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Post-pandemic Fashion – New priorities inspire new trends

The month of March was, for many fashion businesses, close to a write-off. And with the Coronavirus still expected to affect every aspect of our lives throughout April it can sometimes seem as if we will never see the other side of this crisis. And yet China – the first hit by the devastating effects of Covid19 - is already re-opening stores and life is slowly getting back to normal for businesses and consumers alike. But with a world-changing event like this, we can't expect for things to simply go back to the way they were before. The socio-economic impact is already creating never-before seen lifestyle changes for many, changes which will affect fashion trends and the industry itself. It's vital for fashion businesses to plan ahead to have stock ready for when doors open again, but with trends changing, what will prove popular with a post-pandemic audience?

The first change in trends is already making itself known – while most sectors of the industry are reporting disappointing figures and losses to revenue, the leisurewear industry has experienced an unexpected boost over the last month. Bolstered by an environment in which the majority of workers are now forced to work from home, comfort is the order of the day. While headlines, like those reporting that video-conferencing home-workers are boosting shirt but not trouser sales, do little except lighten the mood; the increase in demand for a more comfort-oriented approach to fashion is unlikely to go away any time soon. Athleisure wear and loungewear are the fashion buzzwords of the lockdown.

But what about #whenthisisallover? Luxury brands and goods are likely to struggle most as we recover from the pandemic. The reasons touted by experts tend to be two-fold – a reduction in international travel, and an increase in unemployment and financial uncertainty. At first it may seem strange that the travel industry should have a major impact on any part of the fashion sector, but luxury brands report that 20-30% of their average revenue is fuelled by Fashion tourism – increasingly popular, particularly among Asian consumers looking for status symbols and a feel of exoticism. But with travel restrictions still in place for many countries, consumers will be forced to look locally for their fashion fix. When combined with a huge increase in unemployment caused by the current crisis, and a feeling of financial uncertainty across the board, retail consumers are less likely to splurge on luxury items until confidence returns.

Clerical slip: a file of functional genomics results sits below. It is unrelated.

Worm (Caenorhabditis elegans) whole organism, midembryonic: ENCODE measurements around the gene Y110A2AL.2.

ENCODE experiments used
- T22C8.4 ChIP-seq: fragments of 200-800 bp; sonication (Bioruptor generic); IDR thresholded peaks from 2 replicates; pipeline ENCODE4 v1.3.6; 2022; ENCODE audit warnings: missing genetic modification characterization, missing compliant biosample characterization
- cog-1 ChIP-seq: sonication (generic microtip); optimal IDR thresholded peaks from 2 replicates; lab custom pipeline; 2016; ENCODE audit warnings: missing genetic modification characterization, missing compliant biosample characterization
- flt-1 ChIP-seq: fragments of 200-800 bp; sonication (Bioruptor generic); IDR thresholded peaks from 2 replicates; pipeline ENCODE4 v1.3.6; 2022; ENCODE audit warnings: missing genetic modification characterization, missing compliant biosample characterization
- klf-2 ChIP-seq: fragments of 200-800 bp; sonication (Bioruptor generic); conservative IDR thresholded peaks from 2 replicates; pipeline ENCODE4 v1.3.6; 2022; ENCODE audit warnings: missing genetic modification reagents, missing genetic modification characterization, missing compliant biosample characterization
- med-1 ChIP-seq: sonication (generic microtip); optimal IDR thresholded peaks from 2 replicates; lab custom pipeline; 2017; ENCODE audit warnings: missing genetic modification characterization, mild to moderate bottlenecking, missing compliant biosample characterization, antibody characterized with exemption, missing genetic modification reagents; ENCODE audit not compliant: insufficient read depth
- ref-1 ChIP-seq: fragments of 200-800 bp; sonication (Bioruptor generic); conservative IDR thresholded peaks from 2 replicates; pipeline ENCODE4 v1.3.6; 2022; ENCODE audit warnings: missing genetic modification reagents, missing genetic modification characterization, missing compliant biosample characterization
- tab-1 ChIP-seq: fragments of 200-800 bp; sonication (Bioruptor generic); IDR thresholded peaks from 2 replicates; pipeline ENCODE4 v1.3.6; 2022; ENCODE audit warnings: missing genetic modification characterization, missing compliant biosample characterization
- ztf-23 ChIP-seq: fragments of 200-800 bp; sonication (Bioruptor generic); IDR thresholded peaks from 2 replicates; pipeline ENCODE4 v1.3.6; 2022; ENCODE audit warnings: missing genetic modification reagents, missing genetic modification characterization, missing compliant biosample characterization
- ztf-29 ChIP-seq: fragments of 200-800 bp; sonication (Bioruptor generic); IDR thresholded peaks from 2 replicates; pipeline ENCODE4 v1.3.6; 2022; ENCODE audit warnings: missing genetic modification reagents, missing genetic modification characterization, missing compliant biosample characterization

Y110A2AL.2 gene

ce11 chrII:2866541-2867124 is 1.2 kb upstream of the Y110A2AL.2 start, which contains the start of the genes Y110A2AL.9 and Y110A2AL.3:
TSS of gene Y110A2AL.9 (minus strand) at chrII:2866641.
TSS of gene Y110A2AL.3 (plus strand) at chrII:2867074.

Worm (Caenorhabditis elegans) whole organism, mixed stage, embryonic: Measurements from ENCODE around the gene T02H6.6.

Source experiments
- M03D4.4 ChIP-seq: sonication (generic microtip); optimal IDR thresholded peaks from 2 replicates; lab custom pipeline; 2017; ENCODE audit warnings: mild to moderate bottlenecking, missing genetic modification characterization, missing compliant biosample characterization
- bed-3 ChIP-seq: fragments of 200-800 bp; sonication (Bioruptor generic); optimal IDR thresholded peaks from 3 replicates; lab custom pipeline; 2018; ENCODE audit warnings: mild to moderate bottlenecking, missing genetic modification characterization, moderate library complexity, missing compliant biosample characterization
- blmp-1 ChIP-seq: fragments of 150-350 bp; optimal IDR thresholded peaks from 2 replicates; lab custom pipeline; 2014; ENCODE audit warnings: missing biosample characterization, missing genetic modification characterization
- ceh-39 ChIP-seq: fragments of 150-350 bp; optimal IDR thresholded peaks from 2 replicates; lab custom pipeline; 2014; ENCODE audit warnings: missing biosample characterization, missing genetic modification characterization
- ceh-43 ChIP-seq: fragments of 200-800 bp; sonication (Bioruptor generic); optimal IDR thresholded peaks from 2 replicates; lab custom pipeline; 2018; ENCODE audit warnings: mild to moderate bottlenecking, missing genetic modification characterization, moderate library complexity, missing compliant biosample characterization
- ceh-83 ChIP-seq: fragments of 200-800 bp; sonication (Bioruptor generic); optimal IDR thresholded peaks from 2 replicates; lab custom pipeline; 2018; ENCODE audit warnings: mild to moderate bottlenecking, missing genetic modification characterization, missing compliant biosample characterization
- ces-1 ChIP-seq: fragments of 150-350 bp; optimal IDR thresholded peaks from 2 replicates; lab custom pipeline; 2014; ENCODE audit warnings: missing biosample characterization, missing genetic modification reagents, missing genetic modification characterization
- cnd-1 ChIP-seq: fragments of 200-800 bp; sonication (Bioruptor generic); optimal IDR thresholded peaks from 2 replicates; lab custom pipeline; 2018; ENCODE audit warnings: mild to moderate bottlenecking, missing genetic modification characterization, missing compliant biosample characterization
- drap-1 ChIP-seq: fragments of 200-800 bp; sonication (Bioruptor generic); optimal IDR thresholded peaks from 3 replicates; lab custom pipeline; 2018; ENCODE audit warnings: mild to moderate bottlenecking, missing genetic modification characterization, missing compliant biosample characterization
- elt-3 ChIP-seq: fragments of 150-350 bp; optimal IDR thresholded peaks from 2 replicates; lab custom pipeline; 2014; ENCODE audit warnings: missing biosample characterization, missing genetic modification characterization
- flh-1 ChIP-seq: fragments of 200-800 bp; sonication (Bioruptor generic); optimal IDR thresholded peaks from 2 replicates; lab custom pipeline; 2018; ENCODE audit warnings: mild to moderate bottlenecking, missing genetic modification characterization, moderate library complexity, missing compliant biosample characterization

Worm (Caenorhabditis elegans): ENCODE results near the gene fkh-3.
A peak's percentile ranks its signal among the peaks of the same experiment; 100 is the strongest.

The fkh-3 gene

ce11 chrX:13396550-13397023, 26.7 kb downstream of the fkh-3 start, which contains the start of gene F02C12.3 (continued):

Going through such a major crisis together makes us realise the importance of supporting one another - the current feeling of solidarity within our communities which brings families out to applaud the health service on their balconies, or volunteers to take shopping to elderly neighbours – this communal spirit will continue to shape our lives, and our fashion choices. Plus, the images of a world healing itself as factories are closed down and roads are emptied are likely to resonate with many concerned by impending climate change. Finally, charities have reported huge increases in clothing donations as people take the time to sort through their closet and realise that, perhaps they don't need as much as they thought they did. These factors all work together to indicate a switch in consumer mentality – if sustainable and ethical fashion was on the rise before, it is likely now to take over the market. Fashion retailers and brands would do well to keep this in mind as we prepare for the future.

So, the consensus is that the fashion trends that will triumph through this time of adversity are comfort, frugality and sustainability. But let's not forget that fashion trends also reflect our innermost desires. With the current enforced lock-down & the cancelling of vacations, parties and special events, surely once this is all over consumers will choose fashion as a means to celebrate life once more. Just as 1920's fashion, coming after the global devastation of the First World War, combined utility with joie de vivre; so perhaps once life slowly returns to normal, the 2020's will mark a period of flamboyance in fashion once more.

Written by: Amber Domenech Patey


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